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Editorial: Voters will have final say

Both the county and state boards of election have now ruled that Laura Lyerly can remain on the ballot as a Democratic candidate for county commissioner.
That ought to settle the question of whether Lyerly should be disqualified from seeking office because of her 1998 plea of guilty to a felony embezzlement charge and subsequent prayer for judgment continued. However, James “Pete” Hoffman, the Salisbury attorney who filed the initial challenge to Lyerly’s candidacy, has said he intends to appeal the state decision to the Wake County Superior Court.
At this point, with scarcely two months left before the election, it would better serve the electoral process to accept these rulings and let the debate focus on matters such as leadership ability, experience and county issues. Hoffman’s initial challenge raised a question that neither the local nor state boards had previously been compelled to consider: How should a prayer for judgment continued be treated under a state law that says convicted felons lose some rights ó including the right to vote or hold office ó until they have served out their sentences and had those rights restored? Both boards determined that Lyerly should not be disqualified. Since this issue had not arisen before, these rulings can now serve as a guide in future cases ó although we’d hope that in the future, candidates would be more explicit about their legal history and the Board of Elections more diligent in vetting their eligibility to hold office.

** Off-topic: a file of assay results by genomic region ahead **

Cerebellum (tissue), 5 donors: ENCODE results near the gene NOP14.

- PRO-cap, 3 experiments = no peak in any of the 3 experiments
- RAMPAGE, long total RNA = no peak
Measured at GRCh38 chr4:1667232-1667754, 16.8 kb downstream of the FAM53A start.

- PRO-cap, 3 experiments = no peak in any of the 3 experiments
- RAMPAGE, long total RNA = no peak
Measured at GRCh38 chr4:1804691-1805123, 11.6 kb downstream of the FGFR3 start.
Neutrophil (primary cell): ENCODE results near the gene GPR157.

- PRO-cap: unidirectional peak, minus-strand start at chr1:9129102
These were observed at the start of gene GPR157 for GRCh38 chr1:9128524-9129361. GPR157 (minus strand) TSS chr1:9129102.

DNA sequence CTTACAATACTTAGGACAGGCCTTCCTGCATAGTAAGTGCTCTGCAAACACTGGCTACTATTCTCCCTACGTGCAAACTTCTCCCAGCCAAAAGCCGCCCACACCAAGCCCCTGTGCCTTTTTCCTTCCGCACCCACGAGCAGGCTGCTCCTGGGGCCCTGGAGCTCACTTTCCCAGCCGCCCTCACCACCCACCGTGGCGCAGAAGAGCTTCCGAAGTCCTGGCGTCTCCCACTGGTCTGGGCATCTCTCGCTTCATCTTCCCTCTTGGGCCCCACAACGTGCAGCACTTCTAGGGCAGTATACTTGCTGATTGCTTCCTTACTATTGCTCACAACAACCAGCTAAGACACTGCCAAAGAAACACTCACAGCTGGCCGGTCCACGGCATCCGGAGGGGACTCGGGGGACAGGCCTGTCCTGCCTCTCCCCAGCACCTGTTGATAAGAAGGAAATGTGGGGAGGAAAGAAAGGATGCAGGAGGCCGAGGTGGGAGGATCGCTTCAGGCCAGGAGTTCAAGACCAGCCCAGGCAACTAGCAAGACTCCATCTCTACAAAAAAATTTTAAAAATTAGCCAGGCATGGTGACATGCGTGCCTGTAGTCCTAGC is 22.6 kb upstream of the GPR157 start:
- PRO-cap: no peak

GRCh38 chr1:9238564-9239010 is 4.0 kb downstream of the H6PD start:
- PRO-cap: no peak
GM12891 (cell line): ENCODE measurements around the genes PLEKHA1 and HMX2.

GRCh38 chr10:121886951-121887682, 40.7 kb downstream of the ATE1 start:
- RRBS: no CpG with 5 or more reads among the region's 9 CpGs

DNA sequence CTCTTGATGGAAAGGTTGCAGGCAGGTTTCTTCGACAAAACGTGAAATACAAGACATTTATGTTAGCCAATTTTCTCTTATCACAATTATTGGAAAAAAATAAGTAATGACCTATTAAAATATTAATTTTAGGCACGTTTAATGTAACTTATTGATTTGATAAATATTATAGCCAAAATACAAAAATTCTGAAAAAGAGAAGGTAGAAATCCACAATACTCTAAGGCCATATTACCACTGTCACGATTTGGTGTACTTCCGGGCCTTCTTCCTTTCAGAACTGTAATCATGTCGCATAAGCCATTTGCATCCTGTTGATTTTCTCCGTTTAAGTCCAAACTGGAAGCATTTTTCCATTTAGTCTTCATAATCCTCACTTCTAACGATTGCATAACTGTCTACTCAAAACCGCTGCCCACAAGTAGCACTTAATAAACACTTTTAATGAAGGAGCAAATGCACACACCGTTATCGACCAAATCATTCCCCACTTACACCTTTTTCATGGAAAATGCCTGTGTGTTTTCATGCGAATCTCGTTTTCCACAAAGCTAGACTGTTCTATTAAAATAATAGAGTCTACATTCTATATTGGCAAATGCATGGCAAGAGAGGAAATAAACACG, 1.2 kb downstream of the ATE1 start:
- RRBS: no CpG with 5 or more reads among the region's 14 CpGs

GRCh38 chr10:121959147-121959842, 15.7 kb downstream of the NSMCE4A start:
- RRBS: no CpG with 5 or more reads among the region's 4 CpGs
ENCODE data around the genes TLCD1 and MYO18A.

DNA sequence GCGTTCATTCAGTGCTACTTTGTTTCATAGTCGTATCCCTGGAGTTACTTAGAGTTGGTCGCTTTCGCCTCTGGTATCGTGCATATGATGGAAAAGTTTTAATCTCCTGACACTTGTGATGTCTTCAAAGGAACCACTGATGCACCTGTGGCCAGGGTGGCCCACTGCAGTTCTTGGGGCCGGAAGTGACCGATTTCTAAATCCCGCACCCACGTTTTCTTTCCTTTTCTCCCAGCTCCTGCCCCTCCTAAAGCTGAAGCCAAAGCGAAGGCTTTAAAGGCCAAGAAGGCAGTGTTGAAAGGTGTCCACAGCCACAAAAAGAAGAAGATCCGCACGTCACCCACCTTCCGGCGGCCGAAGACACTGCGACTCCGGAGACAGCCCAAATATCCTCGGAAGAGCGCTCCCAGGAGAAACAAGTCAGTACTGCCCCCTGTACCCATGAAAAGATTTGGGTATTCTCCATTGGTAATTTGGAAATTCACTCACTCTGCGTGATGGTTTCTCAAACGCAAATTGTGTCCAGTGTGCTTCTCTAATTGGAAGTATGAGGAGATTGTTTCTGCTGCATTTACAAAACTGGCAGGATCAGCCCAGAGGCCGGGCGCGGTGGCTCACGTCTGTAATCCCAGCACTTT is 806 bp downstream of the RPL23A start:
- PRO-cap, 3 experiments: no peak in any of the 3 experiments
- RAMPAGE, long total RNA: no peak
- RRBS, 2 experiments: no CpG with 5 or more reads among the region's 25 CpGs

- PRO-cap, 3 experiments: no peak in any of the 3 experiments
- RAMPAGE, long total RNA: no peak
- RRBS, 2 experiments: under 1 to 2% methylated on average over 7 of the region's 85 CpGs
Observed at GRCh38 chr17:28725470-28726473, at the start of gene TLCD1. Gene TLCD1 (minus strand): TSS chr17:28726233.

Hoffman’s challenge raised a legitimate question about Lyerly’s legal standing as a candidate, and it also helped elicit a few more details about the 1998 incident, which occurred when Lyerly was 19. Far better that an issue like this surface before the election than erupt after a candidate has won office. While Hoffman may not be satisfied with the boards’ decisions, remember that they were simply considering a narrow legal point. Their rulings have no bearing on how well suited Lyerly may be to serve in an official capacity. That pronouncement will lie with the voters of Rowan County. It’s time to declare this case closed and let them render their verdict come November.

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